The Rail Passengers Association said the administration cited many disappointments about the bill, including its failure to eliminate Amtrak’s national network as the administration had proposed earlier this year.

The bill in question would fund programs for federal fiscal year 2020 which begins Oct. 1.

It increased funding for other transportation programs as well as Amtrak.

The administration also expressed displeasure with the funding bill for continuing to fund the California high-speed rail project and the Essential Air Service program.

RPA said the House is likely to approve the bill anyway because Democrats are in control.

The rail passenger advocacy group said that before a final House vote on the funding bill, a number of amendments are likely to be taken up including some that would slash transportation funding generally and Amtrak funding in particular.

More than 500 amendments have been submitted to the funding package.

Among them is a bid to cut transportation funding across the board by 14 percent, while another would direct U.S. DOT to adhere to a Congressional mandates that the federal government pay for 50 percent of costs in rail transit projects (compared to the 80 percent share it pays on highway projects).

The latter amendment was introduced after the administration began seeking to pay less than 50 percent on rail transit projects funded by the Capital Investment Grant program.

Another amendment would require Amtrak to follow the Worker Adjustment and Retraining Act by giving advance notice when it intends to lay off employees.

Some Republican House members fell short in their effort to remove language preventing DOT from seeking to claw back federal funding from the California high-speed rail project when their amendments were ruled out of order.

Amtrak Sends FY2020 Wish List to Congress

March 27, 2019

Amtrak is seeking the full $1.8 billion in federal funding for fiscal year 2020 that it has been authorized.

The legislative request submitted to Congress also expresses a desire for a dedicated funding source to support the Northeast Corridor and the national network.

If Congress appropriates more than $1.8 billion to the passenger carrier, Amtrak has a list of potential add-ons.

This includes addressing a capital projects backlog in the Northeast Corridor that includes the North Portal Bridge, the B&P Tunnels in Baltimore, and the Chicago Union Station Master Plan.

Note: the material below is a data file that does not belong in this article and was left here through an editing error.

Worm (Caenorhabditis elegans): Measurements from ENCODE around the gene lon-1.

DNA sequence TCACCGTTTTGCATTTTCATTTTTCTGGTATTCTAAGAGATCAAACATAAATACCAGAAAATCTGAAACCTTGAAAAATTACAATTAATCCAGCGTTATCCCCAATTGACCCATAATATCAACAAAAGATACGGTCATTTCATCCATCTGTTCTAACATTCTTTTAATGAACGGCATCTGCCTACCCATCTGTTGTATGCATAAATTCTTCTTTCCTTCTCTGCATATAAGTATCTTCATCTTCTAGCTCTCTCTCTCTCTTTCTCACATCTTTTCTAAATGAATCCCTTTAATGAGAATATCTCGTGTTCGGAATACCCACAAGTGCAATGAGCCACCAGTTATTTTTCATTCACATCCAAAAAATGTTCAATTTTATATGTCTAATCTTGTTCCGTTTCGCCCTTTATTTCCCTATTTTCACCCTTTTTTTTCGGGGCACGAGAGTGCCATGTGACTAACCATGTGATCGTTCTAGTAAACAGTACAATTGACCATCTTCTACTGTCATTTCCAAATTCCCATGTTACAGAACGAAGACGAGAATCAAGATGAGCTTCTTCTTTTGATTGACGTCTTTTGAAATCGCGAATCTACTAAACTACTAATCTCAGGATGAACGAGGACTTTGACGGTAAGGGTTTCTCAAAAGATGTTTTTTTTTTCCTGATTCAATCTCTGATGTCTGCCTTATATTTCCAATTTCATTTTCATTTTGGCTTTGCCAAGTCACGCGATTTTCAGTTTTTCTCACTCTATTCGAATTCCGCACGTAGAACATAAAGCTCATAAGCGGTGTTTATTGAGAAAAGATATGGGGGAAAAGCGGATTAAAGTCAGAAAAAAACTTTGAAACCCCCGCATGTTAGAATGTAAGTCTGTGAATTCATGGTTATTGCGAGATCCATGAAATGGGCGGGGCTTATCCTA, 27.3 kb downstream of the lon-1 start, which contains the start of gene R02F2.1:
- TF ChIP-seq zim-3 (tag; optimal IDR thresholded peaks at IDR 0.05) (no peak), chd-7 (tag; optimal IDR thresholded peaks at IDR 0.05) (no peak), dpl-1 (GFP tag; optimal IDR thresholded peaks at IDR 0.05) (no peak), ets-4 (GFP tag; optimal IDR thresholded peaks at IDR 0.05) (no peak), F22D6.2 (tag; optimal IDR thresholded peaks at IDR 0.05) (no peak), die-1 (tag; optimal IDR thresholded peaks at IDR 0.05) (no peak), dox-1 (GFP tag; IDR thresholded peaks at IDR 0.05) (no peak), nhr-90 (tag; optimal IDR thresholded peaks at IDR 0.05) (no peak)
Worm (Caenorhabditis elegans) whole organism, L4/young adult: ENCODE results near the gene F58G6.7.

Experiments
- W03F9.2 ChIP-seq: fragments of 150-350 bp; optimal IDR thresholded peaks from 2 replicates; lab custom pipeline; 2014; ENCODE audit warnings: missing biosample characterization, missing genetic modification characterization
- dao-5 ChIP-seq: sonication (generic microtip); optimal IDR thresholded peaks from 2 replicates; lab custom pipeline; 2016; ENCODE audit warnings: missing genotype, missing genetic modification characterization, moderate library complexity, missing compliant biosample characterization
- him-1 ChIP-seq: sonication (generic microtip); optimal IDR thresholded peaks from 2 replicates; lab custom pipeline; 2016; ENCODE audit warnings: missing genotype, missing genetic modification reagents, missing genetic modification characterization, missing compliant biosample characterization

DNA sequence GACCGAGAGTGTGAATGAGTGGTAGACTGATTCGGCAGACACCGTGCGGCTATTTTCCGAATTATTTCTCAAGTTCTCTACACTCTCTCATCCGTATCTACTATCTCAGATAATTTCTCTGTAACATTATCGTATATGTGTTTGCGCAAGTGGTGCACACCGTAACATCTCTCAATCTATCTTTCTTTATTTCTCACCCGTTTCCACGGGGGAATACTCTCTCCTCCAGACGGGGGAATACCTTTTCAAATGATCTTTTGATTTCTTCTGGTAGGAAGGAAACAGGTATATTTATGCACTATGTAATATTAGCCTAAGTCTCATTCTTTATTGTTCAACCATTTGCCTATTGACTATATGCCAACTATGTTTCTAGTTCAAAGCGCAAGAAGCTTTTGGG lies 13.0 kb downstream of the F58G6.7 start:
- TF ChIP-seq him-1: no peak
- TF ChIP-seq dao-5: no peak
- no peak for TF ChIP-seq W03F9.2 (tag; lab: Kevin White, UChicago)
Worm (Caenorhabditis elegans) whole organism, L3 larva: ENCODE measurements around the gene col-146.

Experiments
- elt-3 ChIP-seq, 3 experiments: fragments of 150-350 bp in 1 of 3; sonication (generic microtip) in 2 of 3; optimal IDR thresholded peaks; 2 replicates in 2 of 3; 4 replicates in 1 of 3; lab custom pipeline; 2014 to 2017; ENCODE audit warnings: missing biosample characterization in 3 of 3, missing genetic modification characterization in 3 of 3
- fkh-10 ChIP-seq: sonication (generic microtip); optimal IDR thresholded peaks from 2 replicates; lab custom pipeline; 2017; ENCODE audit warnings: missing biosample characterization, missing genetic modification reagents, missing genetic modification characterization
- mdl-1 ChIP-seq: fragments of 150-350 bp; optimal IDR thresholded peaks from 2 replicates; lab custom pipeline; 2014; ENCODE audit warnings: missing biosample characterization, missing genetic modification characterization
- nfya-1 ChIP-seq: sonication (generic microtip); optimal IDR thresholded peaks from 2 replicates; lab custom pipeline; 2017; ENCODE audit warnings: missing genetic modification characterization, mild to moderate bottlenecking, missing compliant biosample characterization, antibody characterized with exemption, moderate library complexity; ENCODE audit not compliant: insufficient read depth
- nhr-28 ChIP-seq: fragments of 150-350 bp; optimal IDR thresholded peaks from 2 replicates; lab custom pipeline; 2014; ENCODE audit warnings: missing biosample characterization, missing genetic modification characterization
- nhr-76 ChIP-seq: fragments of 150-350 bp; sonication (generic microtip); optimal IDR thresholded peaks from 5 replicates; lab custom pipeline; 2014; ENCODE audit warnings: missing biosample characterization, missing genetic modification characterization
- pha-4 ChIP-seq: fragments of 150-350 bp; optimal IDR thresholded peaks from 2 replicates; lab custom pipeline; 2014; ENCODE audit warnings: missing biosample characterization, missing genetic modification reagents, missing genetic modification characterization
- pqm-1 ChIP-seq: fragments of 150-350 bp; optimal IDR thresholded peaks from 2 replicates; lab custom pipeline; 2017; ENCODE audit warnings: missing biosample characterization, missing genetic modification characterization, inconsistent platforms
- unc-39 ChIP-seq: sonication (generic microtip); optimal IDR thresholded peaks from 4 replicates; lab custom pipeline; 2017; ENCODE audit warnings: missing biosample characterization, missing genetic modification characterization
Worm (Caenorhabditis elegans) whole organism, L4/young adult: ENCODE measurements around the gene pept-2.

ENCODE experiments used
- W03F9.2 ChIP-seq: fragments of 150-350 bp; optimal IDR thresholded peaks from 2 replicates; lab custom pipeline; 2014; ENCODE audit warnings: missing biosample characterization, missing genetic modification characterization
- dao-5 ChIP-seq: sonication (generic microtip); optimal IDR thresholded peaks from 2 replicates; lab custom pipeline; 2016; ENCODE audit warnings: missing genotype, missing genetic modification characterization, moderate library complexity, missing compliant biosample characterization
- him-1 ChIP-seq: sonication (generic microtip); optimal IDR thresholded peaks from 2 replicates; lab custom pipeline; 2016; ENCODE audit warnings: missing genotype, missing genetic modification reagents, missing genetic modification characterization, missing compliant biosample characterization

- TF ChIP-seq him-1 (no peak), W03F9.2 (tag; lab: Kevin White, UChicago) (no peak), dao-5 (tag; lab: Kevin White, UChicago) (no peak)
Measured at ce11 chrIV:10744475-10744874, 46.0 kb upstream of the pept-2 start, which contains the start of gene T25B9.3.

It also includes money for new diesel locomotives and replacements for Amfleet and Superliner equipment.

If funding is made available, Amtrak would like to acquire a right of way between Petersburg, Virginia, and Raleigh, North Carolina; reinstate service between New Orleans and Mobile, Alabama; add service between Detroit and Toronto; and extend the Heartland Flyer from northern terminus Oklahoma City to Newton, Kansas.

The base appropriation Amtrak is seeking contains $600 million for the Northeast Corridor and $1.2 billion for the national network as authorized by the FAST Act.

Future amounts of NEC funding would be $612 million for FY2021, $624 million for FY2022, $637 million for FY2023 and $650 million for FY2024.

The national network funding would be $1.2 billion for FY2021, $1.25 billion for FY2022; $1.27 Billion for FY2023, and $1.3 Billion for FY2024.

The budget request mirrors a Trump administration proposal to transfer funding of Amtrak’s long-distance routes from Amtrak’s annual grant to money channeled through the Restoration and Enhancement grant program.

The administration in its own FY2020 budget called for ending long-distance trains and instead serving rural communities with other modes of transportation, such as intercity buses.

In response to that idea, Amtrak said in its appropriation request: “Amtrak appreciates the administration’s focus on expanding intercity passenger rail service to today’s many underserved cities and corridors across the nation.

“We believe that a modernization of the National Network, with the right level of dedicated and enhanced federal funding, would allow Amtrak to serve more passengers efficiently while preserving our ability to maintain appropriate Long Distance routes. We look forward to working with the Administration, Congress, our state partners, and other stakeholders to consider these proposals in more depth”